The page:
This tiny bubble of liquid carbon had been carried up in the slow subterranean river of molten lava. While the lava was cooling it solidified into an eight-faced crystal of geometrical symmetry the size of a green fig and so thoroughly had it been purged of impurity in the hellish furnace of the earth's core that it was transparent and clear as the suns own rays.
Rarer than gold, a diamond is the purest, most concentrated form of carbon and the hardest natural material on earth. Indeed, the word diamond comes from the Greek ‘adamas’, meaning 'invincible'.
Contained within the molten lava and rock 100 miles below the earth's surface are tiny bubbles of liquid carbon. Over millions of years the atoms in these carbon bubbles are purified by the intense heat, which is around 1300°C, and condensed by the massive pressure of the rock bearing down from above until they are packed tighter than any other substance.
Some of the bubbles are then carried up towards the surface in streams of lava that erupt along weak points in the earth's crust, carving out funnel-shaped pipes named kimberlite pipes after the first such formation discovered at Kimberley in South Africa. As the lava cools into a blueish rock called kimberlite, the carbon bubbles also cool and solidify into transparent symmetrical crystals, usually of eight faces and flawless.
Impurities that become trapped in the crystal give a diamond colour – a perfectly pure diamond is colourless, a blue diamond is tainted by boron, a yellow diamond by nitrogen, a green diamond results from radiation exposure, while rare pink and brown diamonds are thought to be the result of some defect in the diamond's molecular structure.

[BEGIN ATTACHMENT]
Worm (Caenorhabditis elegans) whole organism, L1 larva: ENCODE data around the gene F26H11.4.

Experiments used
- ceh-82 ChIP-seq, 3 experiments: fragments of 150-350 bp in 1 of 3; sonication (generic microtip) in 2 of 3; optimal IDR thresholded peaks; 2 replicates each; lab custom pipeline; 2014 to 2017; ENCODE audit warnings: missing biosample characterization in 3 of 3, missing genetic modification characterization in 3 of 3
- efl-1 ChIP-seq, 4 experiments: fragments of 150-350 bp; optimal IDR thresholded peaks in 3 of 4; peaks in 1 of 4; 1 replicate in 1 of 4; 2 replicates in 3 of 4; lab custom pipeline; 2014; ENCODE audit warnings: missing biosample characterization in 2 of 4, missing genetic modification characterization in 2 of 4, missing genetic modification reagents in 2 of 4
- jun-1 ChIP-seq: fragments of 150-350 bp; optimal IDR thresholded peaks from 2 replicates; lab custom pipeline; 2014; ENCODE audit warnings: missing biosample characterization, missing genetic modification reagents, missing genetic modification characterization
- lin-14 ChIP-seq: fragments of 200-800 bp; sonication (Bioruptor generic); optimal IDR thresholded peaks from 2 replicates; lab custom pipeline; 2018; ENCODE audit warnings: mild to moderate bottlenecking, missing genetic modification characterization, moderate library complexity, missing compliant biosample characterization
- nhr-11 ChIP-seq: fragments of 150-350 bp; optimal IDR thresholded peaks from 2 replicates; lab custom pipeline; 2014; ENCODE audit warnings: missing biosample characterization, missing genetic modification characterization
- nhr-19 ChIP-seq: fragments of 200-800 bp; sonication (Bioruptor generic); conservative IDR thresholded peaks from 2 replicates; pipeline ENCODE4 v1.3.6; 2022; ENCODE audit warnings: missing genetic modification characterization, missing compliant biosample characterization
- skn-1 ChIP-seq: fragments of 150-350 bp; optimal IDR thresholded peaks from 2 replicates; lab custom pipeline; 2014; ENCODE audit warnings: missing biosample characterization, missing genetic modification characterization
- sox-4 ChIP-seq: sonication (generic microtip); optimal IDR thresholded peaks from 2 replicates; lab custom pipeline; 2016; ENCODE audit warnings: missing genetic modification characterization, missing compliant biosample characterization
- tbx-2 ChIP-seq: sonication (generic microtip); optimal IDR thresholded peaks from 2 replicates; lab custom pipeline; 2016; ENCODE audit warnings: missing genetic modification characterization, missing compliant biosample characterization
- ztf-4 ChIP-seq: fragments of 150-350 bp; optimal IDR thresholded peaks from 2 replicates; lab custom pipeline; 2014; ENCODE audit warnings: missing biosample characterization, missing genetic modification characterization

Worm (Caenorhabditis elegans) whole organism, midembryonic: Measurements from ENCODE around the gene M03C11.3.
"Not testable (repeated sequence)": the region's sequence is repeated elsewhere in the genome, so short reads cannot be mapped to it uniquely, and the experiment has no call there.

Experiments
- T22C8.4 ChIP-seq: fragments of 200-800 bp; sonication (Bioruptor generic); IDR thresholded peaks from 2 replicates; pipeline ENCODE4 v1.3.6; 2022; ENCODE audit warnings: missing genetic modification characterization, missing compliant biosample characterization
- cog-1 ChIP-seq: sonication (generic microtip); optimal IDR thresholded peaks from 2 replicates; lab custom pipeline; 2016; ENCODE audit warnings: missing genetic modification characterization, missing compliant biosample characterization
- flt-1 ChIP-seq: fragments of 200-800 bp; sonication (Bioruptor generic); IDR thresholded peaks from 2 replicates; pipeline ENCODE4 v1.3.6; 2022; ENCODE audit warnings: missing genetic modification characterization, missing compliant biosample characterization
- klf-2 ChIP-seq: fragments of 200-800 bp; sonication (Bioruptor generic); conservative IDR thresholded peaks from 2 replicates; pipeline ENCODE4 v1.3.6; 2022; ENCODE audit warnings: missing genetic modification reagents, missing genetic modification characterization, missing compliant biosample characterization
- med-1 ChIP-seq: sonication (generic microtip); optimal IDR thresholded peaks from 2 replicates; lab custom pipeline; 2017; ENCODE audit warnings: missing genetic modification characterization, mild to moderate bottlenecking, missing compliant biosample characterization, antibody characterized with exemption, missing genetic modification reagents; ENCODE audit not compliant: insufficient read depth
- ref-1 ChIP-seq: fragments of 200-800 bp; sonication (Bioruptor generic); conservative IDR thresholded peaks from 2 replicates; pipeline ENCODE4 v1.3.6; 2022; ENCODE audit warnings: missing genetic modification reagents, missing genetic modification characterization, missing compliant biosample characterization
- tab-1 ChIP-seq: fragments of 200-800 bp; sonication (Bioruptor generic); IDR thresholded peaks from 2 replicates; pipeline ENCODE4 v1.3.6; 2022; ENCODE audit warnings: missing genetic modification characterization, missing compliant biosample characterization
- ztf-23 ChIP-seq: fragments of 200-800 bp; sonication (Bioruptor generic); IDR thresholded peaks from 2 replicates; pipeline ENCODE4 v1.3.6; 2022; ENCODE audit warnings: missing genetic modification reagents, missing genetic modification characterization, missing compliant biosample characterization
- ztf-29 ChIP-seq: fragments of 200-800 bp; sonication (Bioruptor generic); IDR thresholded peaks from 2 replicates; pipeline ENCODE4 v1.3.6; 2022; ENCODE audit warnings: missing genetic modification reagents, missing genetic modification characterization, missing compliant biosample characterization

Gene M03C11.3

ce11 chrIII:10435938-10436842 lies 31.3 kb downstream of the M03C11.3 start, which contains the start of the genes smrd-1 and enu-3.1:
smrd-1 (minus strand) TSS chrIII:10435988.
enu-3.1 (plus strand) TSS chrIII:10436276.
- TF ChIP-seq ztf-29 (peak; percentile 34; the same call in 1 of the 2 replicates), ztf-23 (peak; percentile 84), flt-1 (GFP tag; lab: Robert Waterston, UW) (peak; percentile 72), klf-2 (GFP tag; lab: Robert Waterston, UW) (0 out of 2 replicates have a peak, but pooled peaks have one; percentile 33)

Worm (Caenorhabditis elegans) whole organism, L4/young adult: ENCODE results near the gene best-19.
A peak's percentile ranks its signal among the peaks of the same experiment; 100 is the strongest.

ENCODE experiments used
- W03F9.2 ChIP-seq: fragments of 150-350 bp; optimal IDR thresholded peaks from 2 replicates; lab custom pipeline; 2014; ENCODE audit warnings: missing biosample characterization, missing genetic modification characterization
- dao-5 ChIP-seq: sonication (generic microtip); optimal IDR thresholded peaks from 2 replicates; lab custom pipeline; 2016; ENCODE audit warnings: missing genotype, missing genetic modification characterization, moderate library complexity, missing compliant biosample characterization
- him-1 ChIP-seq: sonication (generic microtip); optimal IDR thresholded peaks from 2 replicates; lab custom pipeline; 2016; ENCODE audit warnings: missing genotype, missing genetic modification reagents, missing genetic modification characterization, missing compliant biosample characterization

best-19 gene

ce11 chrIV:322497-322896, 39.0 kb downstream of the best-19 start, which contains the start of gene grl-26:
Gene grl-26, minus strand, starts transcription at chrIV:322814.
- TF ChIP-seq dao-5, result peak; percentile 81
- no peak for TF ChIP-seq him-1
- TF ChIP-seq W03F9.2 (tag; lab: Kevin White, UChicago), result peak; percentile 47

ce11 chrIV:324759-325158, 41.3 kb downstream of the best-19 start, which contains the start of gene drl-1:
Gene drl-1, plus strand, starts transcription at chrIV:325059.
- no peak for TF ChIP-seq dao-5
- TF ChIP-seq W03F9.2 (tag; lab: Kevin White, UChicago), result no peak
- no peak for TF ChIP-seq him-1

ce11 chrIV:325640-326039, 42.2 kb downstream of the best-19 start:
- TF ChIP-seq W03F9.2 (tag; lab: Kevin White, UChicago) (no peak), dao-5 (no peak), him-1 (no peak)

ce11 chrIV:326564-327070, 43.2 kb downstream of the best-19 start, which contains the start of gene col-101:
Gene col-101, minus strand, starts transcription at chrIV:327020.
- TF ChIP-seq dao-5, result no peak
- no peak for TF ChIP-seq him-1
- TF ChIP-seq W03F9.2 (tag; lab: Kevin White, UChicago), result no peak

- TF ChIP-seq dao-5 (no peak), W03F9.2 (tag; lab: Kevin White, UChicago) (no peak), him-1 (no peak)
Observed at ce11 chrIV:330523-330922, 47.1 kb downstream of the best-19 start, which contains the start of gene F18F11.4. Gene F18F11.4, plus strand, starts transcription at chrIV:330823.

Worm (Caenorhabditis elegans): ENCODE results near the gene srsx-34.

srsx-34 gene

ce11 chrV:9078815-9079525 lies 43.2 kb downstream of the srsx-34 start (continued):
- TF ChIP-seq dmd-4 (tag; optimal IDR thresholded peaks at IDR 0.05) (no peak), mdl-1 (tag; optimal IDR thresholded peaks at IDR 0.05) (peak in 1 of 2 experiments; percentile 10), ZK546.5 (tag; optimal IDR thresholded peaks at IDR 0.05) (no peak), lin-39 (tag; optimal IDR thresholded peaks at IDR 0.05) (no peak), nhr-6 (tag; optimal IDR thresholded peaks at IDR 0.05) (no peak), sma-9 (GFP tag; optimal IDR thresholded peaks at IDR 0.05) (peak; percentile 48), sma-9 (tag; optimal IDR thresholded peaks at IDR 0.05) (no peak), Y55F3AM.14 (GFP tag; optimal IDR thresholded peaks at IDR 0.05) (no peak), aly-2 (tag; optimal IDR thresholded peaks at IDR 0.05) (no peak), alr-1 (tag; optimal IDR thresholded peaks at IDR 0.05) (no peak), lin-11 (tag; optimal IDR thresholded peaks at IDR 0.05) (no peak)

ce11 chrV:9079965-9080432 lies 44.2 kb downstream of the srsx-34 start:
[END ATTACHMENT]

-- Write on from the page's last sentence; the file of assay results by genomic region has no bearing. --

Diamonds were not originally purposed as jewellery but then, in the mid-15th century, it was discovered how to cut facets on a diamond's face so that they would reflect the light and show the full beauty of the stone. They rapidly became highly sought after.
The first known use of diamonds as jewellery occurred in 11th century Hungary when diamonds were used to decorate a queen's crown, and the tradition of a man proposing to his intended with a diamond ring began in 1477 when Archduke Maximilian of Austria gave Mary of Burgundy a diamond engagement ring.
The diamond finally became established as the most precious of gemstones with the discovery of some exceptionally large diamonds in South Africa and the opening of the world's first large-scale diamond mine at Kimberley in the middle of the 19th century.
Prospectors are usually alerted to the presence of a diamond bearing kimberlite pipe by the chance discovery of one or two diamonds in the surface soil, which will have been exposed by erosion. Termite mounds can also reveal the presence of diamonds below the surface.
Once the kimberlite pipe has been identified the rock is blasted and extracted from the ground and then crushed and milled – some 250 tons of earth must be mined to produce one one-carat diamond. The crushed rock is then wetted and passed across a table or belt smeared with grease. The wet gravel just rolls off while the diamonds, which repel water, stick to the grease. The diamonds are then measured and sorted for either cutting and sawing as gemstones, or for industrial use.
Today 80% of the world's diamonds go towards industrial uses. Because diamonds are so hard they make excellent abrasives and are used for cutting and polishing tools, in drill bits, grinding wheels, saw blades and as engraving tools. The other 20% of the world's diamonds are used for jewellery.